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Ramah Yachad: Familiar Yet Different

An hour before arriving at Ramah Yachad, my mind became engaged in an intense debate. I pondered, reversing my position every few seconds, if this was actually camp. The dirt road on which we drove seemed familiar enough, but the surrounding Ukrainian signage and obvious poverty of the land made it obvious to me that this was not my safe haven in the Poconos. As the coach van we rode in slowed to a permanent stop in the parking lot of a giant green hotel complex (I soon discovered this was in fact Ramah Yachad), I was open minded, but the struggle continued. I had yet to determine whether or not the experience I was about to walk into was camp by my definition, or something else entirely.

IMG_7197We agreed to leave the van singing and dancing. As we did this, luggage in hand, Yachad’s Ukrainian staff began to follow our lead, free of any inhibition. This reaction was an immediate check in the “this is camp” box. The welcoming community (that was surprisingly fluent in English) exceeded my expectations entirely and I, along with the six other American teenagers with me, felt warm and fuzzy going to bed that night.

Staff week began the next morning, and the atmosphere instantly shifted from celebratory to focused. Everything we did was centered on making sure the campers arriving Wednesday night would have the best 10-day summer camp experience that Yachad could offer. Between American hadracha and whole-camp meetings sprinkled with intense amounts of unfamiliar Russian, I began to once again wonder if Yachad was camp. In the back of my mind I felt that something was missing. The activities we engaged in outside of traditional work were reminiscent of my time at Poconos (we had an amazing hike in the Carpathian mountains), but all the prep for campers seemed remote to me in ways I couldn’t articulate.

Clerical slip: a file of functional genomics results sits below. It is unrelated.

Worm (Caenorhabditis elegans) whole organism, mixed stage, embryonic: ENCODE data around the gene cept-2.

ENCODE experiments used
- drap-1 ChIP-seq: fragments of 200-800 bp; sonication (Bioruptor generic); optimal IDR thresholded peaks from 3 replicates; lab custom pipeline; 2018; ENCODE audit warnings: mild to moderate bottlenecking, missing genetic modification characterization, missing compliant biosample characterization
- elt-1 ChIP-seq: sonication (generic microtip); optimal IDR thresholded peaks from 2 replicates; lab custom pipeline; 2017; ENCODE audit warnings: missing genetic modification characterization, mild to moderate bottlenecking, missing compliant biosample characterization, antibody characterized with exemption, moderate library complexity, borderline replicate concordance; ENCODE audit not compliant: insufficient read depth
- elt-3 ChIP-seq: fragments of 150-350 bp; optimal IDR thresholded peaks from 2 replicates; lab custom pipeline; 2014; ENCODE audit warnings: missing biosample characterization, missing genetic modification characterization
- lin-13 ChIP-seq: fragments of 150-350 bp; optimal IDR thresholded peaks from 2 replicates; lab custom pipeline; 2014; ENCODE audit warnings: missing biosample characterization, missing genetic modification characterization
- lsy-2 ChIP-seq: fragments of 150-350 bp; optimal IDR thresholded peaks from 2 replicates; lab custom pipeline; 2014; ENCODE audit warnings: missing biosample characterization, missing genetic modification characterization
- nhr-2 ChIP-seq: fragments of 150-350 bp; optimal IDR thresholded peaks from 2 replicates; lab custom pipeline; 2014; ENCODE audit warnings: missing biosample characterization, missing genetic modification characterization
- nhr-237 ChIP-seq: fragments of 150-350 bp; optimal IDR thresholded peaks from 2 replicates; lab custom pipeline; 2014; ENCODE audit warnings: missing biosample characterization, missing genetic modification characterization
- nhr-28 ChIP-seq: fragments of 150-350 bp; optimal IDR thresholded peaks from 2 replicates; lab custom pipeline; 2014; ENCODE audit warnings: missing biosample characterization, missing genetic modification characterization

IMG_7137Things changed when the first bus of campers pulled up. That group of 15 or so Ukrainian children that stepped onto the brick road that night immediately lifted the spirits of everyone on campus. The campers’ arrival instilled in everyone a sense of purpose. At once, we were all reminded of the amazing experiences we were about to have as a community of campers and staff. All at once, I was thoroughly convinced that this was camp like any other, and that up until that point we had just been missing our key ingredient: the campers.


Sam Caplan is a rising senior at Upper Dublin High School in Fort Washington, Pennsylvania. He attended Camp Ramah in the Poconos for seven summers as a camper and participated in Ramah Israel Seminar 2017. Sam enjoys spending time with friends, reading, and volunteering in his local community.

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